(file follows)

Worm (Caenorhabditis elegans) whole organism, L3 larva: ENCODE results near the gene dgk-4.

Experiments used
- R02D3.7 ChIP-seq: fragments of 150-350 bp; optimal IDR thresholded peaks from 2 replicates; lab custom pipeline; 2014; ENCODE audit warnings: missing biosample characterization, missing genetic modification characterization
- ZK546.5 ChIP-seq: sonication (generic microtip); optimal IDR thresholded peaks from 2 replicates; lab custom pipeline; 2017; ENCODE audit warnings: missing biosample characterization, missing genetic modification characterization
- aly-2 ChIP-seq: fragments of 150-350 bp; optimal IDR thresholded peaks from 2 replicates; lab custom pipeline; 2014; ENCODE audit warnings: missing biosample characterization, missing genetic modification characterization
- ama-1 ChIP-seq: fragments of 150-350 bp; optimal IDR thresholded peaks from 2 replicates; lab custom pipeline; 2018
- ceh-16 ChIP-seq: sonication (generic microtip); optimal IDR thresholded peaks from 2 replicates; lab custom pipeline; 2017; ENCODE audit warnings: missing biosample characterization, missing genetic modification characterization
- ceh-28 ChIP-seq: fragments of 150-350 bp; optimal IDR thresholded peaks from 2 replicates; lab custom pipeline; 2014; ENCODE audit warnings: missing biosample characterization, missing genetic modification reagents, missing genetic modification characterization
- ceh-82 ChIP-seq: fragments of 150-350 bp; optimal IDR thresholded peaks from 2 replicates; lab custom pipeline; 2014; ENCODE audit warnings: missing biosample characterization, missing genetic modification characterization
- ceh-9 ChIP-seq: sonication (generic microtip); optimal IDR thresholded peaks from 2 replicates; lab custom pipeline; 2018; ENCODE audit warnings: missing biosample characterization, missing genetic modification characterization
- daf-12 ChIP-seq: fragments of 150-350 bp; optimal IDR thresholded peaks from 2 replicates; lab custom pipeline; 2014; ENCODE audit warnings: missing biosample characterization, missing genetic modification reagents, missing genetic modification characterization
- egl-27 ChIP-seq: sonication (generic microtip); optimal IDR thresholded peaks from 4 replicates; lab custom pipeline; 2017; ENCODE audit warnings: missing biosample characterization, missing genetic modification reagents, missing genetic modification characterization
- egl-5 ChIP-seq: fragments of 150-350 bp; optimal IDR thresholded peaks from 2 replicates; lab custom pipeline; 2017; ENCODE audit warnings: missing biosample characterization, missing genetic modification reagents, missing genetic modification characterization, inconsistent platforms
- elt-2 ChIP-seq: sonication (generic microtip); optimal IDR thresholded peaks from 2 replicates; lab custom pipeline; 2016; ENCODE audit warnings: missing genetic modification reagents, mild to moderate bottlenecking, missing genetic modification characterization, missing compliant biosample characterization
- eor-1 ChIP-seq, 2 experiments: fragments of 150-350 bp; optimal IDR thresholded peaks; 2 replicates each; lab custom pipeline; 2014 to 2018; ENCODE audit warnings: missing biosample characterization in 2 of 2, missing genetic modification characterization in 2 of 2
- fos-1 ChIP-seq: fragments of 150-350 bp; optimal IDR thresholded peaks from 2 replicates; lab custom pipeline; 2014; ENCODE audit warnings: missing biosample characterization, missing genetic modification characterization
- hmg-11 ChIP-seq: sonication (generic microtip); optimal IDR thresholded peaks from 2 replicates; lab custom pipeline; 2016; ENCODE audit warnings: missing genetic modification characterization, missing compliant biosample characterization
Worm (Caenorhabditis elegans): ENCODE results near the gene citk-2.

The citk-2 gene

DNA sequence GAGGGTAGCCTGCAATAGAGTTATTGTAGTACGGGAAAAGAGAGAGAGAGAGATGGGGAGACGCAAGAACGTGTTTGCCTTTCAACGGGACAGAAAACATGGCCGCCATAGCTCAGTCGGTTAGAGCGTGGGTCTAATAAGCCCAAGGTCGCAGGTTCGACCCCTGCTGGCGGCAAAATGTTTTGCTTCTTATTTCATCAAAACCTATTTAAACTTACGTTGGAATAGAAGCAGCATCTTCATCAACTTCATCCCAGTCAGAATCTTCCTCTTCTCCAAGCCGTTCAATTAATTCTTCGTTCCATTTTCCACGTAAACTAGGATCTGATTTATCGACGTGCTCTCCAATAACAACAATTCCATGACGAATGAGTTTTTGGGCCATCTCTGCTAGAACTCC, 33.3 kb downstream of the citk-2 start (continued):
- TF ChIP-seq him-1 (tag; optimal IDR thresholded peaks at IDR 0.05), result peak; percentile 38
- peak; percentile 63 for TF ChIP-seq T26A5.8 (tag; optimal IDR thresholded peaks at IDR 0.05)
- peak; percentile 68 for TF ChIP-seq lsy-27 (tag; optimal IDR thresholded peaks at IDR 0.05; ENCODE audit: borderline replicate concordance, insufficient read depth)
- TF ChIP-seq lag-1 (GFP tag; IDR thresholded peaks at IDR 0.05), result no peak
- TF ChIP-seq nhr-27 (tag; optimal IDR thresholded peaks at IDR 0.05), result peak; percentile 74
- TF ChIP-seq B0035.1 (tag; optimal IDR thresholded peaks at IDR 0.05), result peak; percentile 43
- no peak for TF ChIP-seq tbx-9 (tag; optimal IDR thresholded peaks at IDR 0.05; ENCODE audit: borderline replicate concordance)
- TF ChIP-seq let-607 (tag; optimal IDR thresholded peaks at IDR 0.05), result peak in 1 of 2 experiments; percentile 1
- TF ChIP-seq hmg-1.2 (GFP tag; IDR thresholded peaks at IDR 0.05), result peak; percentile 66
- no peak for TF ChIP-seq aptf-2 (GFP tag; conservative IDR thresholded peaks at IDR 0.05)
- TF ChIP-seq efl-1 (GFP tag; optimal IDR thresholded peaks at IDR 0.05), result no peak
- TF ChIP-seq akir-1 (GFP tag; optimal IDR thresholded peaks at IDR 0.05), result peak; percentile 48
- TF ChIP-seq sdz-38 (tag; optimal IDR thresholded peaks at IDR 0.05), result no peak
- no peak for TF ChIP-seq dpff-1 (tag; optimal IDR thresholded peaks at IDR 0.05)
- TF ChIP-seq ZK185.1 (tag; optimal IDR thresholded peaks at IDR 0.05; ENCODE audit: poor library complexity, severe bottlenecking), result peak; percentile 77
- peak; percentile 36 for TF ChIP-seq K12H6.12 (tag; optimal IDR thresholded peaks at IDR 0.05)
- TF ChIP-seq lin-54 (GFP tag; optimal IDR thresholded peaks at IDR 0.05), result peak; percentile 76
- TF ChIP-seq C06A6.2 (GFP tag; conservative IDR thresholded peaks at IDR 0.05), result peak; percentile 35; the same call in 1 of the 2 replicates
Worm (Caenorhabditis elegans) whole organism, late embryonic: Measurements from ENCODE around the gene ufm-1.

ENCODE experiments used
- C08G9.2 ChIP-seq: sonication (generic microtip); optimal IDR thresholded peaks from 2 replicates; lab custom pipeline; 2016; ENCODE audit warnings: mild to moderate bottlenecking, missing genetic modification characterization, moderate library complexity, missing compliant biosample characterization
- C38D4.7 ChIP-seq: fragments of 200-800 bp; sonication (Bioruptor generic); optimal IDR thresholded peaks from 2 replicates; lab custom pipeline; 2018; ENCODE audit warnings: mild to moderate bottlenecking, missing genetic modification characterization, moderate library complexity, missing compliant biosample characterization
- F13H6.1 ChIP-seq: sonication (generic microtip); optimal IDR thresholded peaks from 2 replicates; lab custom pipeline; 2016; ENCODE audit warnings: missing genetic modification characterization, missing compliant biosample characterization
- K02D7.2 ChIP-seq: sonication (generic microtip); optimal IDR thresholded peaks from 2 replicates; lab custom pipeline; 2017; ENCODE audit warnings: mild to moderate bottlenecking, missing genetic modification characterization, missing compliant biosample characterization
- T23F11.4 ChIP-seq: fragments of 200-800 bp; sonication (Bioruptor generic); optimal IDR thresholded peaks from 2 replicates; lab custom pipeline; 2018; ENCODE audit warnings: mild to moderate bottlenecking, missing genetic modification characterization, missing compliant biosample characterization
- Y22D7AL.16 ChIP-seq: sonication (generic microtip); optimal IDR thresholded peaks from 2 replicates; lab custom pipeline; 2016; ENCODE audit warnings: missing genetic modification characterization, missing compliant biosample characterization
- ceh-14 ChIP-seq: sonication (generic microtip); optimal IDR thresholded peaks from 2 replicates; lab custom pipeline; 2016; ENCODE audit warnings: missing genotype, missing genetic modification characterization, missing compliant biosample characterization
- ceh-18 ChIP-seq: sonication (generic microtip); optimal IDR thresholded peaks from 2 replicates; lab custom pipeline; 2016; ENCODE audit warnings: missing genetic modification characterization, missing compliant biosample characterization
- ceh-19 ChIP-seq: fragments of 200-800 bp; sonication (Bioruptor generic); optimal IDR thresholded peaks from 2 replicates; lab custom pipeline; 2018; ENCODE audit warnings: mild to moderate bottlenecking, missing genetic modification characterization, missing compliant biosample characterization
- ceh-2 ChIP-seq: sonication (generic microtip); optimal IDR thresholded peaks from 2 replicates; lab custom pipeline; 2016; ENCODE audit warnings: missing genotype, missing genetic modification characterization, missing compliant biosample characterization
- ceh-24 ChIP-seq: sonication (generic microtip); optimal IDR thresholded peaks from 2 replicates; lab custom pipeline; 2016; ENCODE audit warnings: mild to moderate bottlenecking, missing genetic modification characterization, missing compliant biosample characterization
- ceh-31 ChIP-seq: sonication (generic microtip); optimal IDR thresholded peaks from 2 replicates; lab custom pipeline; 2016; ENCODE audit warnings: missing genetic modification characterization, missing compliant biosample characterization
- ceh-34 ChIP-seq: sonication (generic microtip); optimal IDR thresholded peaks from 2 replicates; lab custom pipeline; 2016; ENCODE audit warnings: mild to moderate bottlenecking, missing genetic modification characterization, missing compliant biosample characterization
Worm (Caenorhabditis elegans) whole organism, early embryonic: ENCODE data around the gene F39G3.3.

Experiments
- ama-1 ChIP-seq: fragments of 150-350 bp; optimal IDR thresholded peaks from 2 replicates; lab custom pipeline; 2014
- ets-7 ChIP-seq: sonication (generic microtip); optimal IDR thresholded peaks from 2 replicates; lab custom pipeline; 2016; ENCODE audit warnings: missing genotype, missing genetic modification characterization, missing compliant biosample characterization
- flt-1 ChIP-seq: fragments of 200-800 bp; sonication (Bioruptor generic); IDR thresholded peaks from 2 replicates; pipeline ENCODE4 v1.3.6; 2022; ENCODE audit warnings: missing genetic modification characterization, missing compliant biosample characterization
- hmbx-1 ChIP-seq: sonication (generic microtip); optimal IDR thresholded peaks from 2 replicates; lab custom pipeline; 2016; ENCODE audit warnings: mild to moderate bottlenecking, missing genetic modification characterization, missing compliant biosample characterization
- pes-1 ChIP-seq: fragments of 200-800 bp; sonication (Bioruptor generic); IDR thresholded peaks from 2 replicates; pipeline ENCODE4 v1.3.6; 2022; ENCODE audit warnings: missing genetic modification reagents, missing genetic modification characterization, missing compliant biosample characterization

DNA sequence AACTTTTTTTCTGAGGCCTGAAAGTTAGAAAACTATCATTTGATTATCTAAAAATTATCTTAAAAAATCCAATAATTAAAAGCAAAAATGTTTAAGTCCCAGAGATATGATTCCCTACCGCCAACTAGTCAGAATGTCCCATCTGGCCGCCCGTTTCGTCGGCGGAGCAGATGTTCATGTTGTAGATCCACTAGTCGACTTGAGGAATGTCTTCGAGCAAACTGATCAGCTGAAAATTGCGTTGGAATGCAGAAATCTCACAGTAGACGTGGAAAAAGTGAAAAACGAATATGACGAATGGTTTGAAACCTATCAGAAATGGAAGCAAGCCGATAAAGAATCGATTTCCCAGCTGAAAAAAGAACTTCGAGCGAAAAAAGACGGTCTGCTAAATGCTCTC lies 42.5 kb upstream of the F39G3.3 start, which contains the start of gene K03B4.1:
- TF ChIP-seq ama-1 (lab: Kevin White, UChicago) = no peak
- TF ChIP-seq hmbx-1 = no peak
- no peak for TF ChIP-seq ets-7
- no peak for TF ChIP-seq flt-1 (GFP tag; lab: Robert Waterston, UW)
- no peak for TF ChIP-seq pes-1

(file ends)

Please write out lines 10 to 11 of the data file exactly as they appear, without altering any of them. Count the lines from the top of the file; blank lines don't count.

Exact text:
- ceh-9 ChIP-seq: sonication (generic microtip); optimal IDR thresholded peaks from 2 replicates; lab custom pipeline; 2018; ENCODE audit warnings: missing biosample characterization, missing genetic modification characterization
- daf-12 ChIP-seq: fragments of 150-350 bp; optimal IDR thresholded peaks from 2 replicates; lab custom pipeline; 2014; ENCODE audit warnings: missing biosample characterization, missing genetic modification reagents, missing genetic modification characterization